Julien Melissas

Animated “x” icon for the Bootstrap navbar-toggle

Introduction

Julien Melissas

Julien Melissas

I'm a Web Developer, Foodie, and Music Lover/Maker living in Asheville, NC. I make things on the web at Craftpeak & JM Labs.


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Code

Animated “x” icon for the Bootstrap navbar-toggle

Posted on .

There are lots of posts online about that trendy (and awesome) transition from the hamburger icon (when the menu is collapsed) to that “x” (when the mobile menu has been expanded). This should be pulled off by CSS3 animations, of course.

You can see some awesome examples of the concept and some cool implementations here:

I’m not here to reinvent the wheel. I’m not here to blow your mind. I’m not here to tell you I figured out a better way to do it (I didn’t).

I’m actually just going to show you how it works, and how you can easily incorporate it into your next project using Bootstrap’s regular navbar-toggle element and a little bit of extra code.

How it works:

First of all, lets look at how Bootstrap’s menu already works: 3 spans inside a button, as well as a screen reader element. Keep in mind that the menu is collapsed currently. When you click it and it expands the menu, it takes away the collapsed class. This code is pulled straight from one of Bootstrap’s examples:


<button type="button" class="navbar-toggle collapsed" data-toggle="collapse" data-target="#navbar" aria-expanded="false" aria-controls="navbar">
  <span class="sr-only">Toggle navigation</span>
  <span class="icon-bar"></span>
  <span class="icon-bar"></span>
  <span class="icon-bar"></span>
</button>

It looks like this:

 See the Pen ogMbGo by Julien Melissas (@JulienMelissas) on CodePen.0

Lets add some classes so we can distinguish the bars from each other, so we can easily perform the animations:


<button type="button" class="navbar-toggle collapsed" data-toggle="collapse" data-target="#navbar" aria-expanded="false" aria-controls="navbar">
  <span class="sr-only">Toggle navigation</span>
  <span class="icon-bar top-bar"></span>
  <span class="icon-bar middle-bar"></span>
  <span class="icon-bar bottom-bar"></span>
</button>

So this is how the animation should work, play by play:

  • The right side of the top bar animates down.
  • The middle bar fades out.
  • The right side of the bottom bar animates up.

Now, we just need to add some Less (Bootstrap’s native language, mind you) to help define some of the animation rules. Remember, by default the .navbar-toggle button has the .collapsed class when the icon is in it’s “bar” state, so we’re going to have to define the animated “x” position as the default position:


.navbar-toggle {
  border: none;
  background: transparent !important;

  &:hover {
    background: transparent !important;
  }

  .icon-bar {
    width: 22px;
    transition: all 0.2s;
  }
  .top-bar {
    transform: rotate(45deg);
    transform-origin: 10% 10%;
  }
  .middle-bar {
    opacity: 0;
  }
  .bottom-bar {
    transform: rotate(-45deg);
    transform-origin: 10% 90%;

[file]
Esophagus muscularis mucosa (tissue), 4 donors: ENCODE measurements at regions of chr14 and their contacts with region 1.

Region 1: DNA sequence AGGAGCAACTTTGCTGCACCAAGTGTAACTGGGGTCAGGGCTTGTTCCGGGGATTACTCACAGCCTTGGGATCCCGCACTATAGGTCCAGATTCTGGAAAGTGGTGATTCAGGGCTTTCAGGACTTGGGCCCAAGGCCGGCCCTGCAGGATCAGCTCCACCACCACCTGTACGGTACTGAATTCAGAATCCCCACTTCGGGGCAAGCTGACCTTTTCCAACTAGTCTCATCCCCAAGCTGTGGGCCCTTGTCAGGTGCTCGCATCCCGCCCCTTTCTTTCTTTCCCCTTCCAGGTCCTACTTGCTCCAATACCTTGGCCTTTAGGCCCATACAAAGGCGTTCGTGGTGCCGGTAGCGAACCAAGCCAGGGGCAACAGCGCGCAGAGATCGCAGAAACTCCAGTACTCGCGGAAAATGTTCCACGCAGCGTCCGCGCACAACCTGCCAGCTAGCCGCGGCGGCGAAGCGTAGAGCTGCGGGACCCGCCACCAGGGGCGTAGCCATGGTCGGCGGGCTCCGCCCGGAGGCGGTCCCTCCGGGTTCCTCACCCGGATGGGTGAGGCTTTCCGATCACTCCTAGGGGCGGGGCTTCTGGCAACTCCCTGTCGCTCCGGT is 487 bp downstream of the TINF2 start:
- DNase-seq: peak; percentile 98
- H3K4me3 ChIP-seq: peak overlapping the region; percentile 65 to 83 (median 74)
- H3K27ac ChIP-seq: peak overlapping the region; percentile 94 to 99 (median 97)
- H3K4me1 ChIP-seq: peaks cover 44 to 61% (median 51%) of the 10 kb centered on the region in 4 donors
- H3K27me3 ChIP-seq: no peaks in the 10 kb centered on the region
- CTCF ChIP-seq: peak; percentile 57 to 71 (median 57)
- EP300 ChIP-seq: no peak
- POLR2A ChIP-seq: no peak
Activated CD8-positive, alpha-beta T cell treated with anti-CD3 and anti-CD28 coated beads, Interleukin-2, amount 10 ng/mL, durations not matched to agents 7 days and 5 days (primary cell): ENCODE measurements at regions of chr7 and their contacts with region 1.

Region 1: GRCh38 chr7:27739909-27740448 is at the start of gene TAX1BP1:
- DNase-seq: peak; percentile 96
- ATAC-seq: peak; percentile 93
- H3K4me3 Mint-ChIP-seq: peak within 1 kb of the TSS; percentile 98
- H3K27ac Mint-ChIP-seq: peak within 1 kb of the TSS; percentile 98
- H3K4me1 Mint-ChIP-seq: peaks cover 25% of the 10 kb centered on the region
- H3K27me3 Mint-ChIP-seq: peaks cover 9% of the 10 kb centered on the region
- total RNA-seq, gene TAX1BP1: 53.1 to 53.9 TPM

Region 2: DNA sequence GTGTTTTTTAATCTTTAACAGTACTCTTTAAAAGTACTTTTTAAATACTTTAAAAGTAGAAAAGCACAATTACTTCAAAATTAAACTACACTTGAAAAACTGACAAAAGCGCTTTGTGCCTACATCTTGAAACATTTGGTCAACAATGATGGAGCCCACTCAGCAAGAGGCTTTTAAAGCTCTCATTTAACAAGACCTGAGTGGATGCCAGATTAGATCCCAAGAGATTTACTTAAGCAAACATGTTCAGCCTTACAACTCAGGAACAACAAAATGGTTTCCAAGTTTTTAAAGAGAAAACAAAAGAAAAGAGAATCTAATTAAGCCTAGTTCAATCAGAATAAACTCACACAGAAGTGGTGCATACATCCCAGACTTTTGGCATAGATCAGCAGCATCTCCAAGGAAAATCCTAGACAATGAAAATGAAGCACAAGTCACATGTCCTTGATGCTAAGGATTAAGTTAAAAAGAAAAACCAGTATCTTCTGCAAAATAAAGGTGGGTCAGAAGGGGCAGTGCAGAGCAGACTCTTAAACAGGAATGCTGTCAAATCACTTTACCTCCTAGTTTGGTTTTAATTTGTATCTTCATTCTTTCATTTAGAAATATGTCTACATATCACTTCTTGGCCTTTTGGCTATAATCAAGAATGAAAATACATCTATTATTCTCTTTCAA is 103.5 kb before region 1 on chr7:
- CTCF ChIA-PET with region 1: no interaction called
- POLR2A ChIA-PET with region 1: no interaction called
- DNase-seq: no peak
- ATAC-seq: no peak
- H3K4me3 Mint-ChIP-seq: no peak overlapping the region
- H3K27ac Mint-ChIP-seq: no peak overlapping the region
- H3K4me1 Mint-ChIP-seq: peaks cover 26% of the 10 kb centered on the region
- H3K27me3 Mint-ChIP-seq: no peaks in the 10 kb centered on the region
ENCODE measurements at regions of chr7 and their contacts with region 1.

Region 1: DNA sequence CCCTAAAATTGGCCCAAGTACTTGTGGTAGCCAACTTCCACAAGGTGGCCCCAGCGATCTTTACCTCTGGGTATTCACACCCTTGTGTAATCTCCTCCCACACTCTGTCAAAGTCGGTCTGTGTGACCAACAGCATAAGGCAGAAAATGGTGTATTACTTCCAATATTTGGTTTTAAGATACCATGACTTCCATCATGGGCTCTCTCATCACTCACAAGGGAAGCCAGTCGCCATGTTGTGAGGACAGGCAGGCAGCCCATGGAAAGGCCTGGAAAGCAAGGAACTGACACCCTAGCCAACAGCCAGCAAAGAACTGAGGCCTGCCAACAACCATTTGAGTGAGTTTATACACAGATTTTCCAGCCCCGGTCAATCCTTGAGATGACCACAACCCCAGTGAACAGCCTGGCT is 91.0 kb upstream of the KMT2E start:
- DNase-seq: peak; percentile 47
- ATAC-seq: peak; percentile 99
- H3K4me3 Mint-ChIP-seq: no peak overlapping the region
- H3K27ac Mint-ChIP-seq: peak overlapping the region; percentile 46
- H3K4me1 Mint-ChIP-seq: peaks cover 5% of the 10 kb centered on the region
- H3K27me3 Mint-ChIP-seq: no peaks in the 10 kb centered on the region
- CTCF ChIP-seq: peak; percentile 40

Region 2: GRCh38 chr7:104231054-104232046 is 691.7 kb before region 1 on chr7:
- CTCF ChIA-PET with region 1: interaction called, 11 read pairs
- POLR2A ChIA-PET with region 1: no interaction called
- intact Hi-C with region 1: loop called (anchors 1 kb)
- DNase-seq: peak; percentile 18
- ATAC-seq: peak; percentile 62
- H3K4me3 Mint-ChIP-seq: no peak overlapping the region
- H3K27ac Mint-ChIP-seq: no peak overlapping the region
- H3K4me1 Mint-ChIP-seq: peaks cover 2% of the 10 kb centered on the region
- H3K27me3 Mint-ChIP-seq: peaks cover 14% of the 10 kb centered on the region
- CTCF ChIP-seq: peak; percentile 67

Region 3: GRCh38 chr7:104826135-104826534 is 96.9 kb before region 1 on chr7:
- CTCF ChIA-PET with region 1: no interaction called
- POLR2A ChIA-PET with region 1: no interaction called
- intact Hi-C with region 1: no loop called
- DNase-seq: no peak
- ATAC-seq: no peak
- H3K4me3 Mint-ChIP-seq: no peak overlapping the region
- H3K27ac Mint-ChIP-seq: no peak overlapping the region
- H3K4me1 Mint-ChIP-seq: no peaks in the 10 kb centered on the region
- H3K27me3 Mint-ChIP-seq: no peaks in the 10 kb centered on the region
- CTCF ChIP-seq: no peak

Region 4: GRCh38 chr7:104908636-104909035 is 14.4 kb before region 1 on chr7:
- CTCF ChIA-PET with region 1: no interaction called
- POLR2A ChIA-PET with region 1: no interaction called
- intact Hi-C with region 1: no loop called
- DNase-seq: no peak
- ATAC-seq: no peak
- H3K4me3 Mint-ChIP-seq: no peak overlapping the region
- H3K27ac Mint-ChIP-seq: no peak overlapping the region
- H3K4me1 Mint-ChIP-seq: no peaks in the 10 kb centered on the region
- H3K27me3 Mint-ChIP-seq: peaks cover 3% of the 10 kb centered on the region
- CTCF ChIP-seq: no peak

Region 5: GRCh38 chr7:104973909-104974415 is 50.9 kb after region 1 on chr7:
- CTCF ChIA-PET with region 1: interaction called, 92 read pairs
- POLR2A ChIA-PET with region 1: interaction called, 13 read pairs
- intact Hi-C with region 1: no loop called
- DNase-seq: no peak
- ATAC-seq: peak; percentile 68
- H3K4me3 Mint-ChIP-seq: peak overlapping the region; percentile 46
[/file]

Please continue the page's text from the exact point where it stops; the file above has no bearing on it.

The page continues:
}
}

Let me quickly explain what’s going on above:

  • Make the bootstrap toggle have no background or border (I really don’t like the look usually).
  • Give the icons a set width and CSS3 transition time.
  • The transform-origin property defines in what place the animation stems from. We’re going to set .top-bar to mostly start in the top left, and the .bottom-bar to mostly start in the bottom right. (you can read more about transform-origin here)
  • The .top-bar will animate down 45 degrees and the .bottom-bar will animate up 45 degrees.
  • The .middle-bar will “fade-out” and not show when the navbar is open, so give it an opacity of 0. Opacity is one of the cheapest/easiest things for the browser to animate.

If you’re following along at home then your bar just looks like an “x”.

Let’s add the “default” hamburger styles to fix that. These get activated and applied by default because the page usually loads with the menu collapsed and the .collapsed class already added.


.navbar-toggle.collapsed {
  .top-bar {
    transform: rotate(0);
  }
  .middle-bar {
    opacity: 1;
  }
  .bottom-bar {
    transform: rotate(0);
  }
}

All we’re doing above is reseting the rotate properties and making sure that the opacity of the .middle=bar is set to 1.

That’s it.

Seriously, pull this demo up in your phone and check it out, or just see below:

 See the Pen LEBGLj by Julien Melissas (@JulienMelissas) on CodePen.0

 

Update:

Thanks to Scott’s comment below, I wanted to mention if you don’t have anything automatically adding browser prefixes for you (like autoprefixer or the like) – and you’re wondering why it’s not working, you need to add those for the transforms:

Don’t forget to add the -ms-transform, -ms-transform-origin, -webkit-transform, and -webkit-transform-origin properties to your CSS to get this to work on iDevices and others.

Julien Melissas

Julien Melissas

http://www.julienmelissas.com

I'm a Web Developer, Foodie, and Music Lover/Maker living in Asheville, NC. I make things on the web at Craftpeak & JM Labs.

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